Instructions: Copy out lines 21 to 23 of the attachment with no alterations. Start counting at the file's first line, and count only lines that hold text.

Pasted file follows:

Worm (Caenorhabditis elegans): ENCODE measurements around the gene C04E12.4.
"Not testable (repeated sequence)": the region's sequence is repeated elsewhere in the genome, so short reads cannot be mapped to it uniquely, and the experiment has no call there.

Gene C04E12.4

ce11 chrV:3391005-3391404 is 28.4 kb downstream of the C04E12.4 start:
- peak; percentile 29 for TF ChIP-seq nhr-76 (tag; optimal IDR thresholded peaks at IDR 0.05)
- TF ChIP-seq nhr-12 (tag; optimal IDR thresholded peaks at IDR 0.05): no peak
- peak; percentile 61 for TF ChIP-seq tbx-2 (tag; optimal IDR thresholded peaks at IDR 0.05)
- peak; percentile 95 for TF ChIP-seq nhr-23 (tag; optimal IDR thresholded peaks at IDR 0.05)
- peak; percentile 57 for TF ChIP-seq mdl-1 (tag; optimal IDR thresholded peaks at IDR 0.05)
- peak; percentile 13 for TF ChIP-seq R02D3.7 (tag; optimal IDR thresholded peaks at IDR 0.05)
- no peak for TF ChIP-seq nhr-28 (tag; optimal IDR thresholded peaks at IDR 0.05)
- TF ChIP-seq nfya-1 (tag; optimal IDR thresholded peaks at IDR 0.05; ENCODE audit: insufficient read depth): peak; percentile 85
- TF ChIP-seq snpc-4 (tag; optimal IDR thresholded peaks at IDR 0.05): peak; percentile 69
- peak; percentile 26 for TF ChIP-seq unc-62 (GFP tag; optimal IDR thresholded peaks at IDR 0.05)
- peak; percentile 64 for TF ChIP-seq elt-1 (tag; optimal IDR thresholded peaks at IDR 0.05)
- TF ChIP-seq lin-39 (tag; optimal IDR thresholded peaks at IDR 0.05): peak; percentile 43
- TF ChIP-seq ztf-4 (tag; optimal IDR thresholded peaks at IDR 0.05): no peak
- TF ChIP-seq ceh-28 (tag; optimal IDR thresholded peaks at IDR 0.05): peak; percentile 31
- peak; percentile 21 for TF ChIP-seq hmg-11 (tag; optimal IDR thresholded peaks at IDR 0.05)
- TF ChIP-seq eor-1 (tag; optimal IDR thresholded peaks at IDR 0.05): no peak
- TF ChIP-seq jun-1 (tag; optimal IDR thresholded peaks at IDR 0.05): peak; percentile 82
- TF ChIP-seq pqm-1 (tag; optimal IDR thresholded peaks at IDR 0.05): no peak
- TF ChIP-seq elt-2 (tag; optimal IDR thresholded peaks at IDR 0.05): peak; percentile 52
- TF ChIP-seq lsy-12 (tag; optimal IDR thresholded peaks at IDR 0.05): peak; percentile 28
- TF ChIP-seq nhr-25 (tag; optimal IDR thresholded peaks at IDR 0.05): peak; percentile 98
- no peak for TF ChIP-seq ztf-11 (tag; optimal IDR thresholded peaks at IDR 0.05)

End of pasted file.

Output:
- TF ChIP-seq jun-1 (tag; optimal IDR thresholded peaks at IDR 0.05): peak; percentile 82
- TF ChIP-seq pqm-1 (tag; optimal IDR thresholded peaks at IDR 0.05): no peak
- TF ChIP-seq elt-2 (tag; optimal IDR thresholded peaks at IDR 0.05): peak; percentile 52